Bans and mandatory standards
For information on products banned Australia-wide, and products that have mandatory safety standards, visit the Product Safety Australia website.
Small, powerful magnets - permanent ban
A permanent, Australia-wide ban on small, high-powered magnets came into effect on 15 November 2012. This follows the interim ban on small, powerful magnets approved by the Victorian Minister for Consumer Affairs on 23 August 2012.
The permanent ban applies to magnets that:
- are loose or separable
- are small enough to fit into the small parts cylinder used in the mandatory standard for toys for children up to and including 36 months of age
- have a magnetic flux of 50 or more
- are marketed by the supplier as, or supplied for use as any of the following:
- a toy, game or puzzle (including but not limited to an adult desk toy, an educational toy or game, a toy, game or puzzle for mental stimulation or stress relief)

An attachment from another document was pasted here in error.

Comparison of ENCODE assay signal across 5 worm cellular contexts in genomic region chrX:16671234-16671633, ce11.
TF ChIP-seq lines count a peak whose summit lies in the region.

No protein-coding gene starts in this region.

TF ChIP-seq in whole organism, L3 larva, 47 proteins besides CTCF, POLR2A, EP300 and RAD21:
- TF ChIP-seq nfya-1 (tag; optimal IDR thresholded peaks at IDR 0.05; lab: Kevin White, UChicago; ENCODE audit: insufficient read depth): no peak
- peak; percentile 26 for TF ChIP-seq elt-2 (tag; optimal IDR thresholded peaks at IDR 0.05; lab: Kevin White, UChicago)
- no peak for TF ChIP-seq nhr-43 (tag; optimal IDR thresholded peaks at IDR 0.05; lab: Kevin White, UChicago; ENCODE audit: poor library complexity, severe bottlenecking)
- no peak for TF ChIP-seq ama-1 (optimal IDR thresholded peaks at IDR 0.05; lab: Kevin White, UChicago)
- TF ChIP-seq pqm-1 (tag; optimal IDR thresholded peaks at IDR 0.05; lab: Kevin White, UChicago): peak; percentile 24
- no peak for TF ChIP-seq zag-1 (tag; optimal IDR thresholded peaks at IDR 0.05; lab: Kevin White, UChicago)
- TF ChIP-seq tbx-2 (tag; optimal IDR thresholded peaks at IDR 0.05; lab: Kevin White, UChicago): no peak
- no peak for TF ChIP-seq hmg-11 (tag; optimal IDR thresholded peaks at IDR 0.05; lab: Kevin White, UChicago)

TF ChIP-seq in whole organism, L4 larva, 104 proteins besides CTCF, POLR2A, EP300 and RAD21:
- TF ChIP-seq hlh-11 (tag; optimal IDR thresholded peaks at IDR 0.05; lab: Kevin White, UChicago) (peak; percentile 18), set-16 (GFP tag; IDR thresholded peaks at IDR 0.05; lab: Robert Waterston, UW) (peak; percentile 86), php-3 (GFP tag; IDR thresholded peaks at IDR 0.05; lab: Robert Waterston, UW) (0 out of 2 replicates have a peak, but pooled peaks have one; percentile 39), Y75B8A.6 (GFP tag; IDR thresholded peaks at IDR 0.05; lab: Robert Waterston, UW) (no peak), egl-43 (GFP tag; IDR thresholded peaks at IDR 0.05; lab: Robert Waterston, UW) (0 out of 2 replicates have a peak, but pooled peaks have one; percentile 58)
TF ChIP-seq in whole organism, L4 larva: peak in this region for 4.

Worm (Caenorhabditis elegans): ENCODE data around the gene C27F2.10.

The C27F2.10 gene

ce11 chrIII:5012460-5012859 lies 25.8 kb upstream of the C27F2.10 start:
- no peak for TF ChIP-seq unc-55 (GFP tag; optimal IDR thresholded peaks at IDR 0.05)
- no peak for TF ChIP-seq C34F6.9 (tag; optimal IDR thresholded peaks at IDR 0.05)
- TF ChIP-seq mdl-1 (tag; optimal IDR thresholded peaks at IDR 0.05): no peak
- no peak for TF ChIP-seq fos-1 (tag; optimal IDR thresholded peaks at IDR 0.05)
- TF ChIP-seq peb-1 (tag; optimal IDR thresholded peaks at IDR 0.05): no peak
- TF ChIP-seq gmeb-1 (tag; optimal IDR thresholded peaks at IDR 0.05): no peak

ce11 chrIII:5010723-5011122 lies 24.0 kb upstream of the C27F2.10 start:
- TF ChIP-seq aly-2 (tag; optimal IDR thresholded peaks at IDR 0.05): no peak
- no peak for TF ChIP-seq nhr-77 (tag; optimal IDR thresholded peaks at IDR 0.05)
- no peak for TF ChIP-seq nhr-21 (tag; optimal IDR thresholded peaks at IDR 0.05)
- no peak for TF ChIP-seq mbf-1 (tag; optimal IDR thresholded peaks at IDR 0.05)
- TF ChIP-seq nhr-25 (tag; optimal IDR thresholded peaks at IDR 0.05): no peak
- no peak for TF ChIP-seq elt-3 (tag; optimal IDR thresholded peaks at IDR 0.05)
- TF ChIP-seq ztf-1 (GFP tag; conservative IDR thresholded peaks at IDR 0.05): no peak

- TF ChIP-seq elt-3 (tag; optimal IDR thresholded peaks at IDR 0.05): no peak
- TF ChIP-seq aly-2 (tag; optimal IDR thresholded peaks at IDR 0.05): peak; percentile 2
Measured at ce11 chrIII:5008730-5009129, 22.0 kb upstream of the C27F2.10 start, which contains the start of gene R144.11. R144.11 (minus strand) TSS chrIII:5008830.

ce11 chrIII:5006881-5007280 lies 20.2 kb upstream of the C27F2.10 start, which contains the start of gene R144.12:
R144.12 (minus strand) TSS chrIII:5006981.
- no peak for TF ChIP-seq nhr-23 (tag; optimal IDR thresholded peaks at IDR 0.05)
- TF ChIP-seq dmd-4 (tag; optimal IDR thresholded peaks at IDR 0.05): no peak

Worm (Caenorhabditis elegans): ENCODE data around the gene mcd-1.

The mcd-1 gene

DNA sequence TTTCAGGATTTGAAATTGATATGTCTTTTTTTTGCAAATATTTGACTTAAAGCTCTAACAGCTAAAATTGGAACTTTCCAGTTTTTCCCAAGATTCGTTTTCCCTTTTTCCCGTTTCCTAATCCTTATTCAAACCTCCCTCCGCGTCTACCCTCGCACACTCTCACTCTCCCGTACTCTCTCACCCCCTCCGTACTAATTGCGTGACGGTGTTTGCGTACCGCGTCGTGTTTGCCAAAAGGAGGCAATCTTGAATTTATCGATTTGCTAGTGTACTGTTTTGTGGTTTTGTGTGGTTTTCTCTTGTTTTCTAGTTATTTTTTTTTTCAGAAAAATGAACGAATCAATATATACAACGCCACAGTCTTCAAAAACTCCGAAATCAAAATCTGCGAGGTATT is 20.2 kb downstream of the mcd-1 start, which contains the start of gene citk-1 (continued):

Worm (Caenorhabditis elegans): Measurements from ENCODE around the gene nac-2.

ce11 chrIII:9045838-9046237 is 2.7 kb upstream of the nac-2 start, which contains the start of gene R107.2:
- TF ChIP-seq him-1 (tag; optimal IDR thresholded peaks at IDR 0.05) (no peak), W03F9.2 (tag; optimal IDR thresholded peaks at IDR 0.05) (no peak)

- a construction or modelling kit
- jewellery to be worn in or around the mouth or nose.
Such magnets can cause serious injury or death if swallowed or inhaled – for example, by a toddler or if used by a teenager or adult as a tongue or nose stud. The magnets can lock together through intestine walls and cause perforations and blockages.
Businesses must not sell these products and must remove them from sale, including online sales.
Examples of such products include those marketed as:
- Neodymium sphere magnets
For more information, view the Magnets – small, high powered page on the Product Safety Australia website.
Products can be recalled from the marketplace if they are found to be unsafe.
Usually, the supplier voluntarily asks consumers to dispose of or return the product for a refund, replacement or modification.
For a list of recalled products, visit the Product Safety Recalls Australia website.
Last updated: 16/11/2012